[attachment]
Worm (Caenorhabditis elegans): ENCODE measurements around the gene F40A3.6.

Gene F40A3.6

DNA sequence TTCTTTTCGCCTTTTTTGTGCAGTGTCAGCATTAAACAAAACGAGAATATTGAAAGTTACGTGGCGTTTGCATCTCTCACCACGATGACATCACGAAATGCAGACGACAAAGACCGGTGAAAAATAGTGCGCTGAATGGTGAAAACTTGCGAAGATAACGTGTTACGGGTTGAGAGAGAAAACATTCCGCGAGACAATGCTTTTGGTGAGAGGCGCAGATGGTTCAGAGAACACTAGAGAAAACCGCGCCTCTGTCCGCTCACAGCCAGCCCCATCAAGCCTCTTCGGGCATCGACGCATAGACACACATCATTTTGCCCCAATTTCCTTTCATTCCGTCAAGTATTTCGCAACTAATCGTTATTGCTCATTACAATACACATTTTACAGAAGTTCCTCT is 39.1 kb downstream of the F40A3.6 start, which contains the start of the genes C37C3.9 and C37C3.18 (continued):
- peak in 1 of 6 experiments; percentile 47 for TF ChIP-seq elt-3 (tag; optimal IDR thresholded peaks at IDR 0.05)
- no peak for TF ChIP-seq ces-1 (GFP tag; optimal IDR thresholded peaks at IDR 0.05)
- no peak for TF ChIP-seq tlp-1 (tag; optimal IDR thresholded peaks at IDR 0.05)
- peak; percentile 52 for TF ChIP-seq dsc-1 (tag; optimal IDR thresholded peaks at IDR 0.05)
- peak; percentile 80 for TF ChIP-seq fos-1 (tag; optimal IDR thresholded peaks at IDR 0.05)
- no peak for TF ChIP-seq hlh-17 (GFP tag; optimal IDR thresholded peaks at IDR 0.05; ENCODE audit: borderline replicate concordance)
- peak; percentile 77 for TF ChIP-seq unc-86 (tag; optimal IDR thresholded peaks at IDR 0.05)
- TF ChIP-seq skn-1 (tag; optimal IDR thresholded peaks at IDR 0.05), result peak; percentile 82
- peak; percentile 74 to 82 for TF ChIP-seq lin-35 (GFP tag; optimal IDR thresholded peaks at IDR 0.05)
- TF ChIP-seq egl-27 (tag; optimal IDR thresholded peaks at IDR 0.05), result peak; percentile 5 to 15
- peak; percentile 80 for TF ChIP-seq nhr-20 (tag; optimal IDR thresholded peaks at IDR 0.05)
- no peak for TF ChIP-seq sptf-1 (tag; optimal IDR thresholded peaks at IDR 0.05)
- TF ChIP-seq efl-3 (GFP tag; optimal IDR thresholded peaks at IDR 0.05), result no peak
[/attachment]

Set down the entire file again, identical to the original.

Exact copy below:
Worm (Caenorhabditis elegans): ENCODE measurements around the gene F40A3.6.

Gene F40A3.6

DNA sequence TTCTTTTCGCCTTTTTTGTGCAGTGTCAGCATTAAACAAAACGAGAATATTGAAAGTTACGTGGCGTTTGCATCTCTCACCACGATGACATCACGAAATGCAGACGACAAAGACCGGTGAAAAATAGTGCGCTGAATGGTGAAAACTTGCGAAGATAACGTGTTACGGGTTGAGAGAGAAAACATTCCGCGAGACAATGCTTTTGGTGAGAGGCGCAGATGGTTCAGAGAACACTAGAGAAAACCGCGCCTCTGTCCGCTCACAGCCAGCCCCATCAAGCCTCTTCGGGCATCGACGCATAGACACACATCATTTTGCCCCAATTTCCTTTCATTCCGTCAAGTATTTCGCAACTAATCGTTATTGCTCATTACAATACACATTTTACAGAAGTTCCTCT is 39.1 kb downstream of the F40A3.6 start, which contains the start of the genes C37C3.9 and C37C3.18 (continued):
- peak in 1 of 6 experiments; percentile 47 for TF ChIP-seq elt-3 (tag; optimal IDR thresholded peaks at IDR 0.05)
- no peak for TF ChIP-seq ces-1 (GFP tag; optimal IDR thresholded peaks at IDR 0.05)
- no peak for TF ChIP-seq tlp-1 (tag; optimal IDR thresholded peaks at IDR 0.05)
- peak; percentile 52 for TF ChIP-seq dsc-1 (tag; optimal IDR thresholded peaks at IDR 0.05)
- peak; percentile 80 for TF ChIP-seq fos-1 (tag; optimal IDR thresholded peaks at IDR 0.05)
- no peak for TF ChIP-seq hlh-17 (GFP tag; optimal IDR thresholded peaks at IDR 0.05; ENCODE audit: borderline replicate concordance)
- peak; percentile 77 for TF ChIP-seq unc-86 (tag; optimal IDR thresholded peaks at IDR 0.05)
- TF ChIP-seq skn-1 (tag; optimal IDR thresholded peaks at IDR 0.05), result peak; percentile 82
- peak; percentile 74 to 82 for TF ChIP-seq lin-35 (GFP tag; optimal IDR thresholded peaks at IDR 0.05)
- TF ChIP-seq egl-27 (tag; optimal IDR thresholded peaks at IDR 0.05), result peak; percentile 5 to 15
- peak; percentile 80 for TF ChIP-seq nhr-20 (tag; optimal IDR thresholded peaks at IDR 0.05)
- no peak for TF ChIP-seq sptf-1 (tag; optimal IDR thresholded peaks at IDR 0.05)
- TF ChIP-seq efl-3 (GFP tag; optimal IDR thresholded peaks at IDR 0.05), result no peak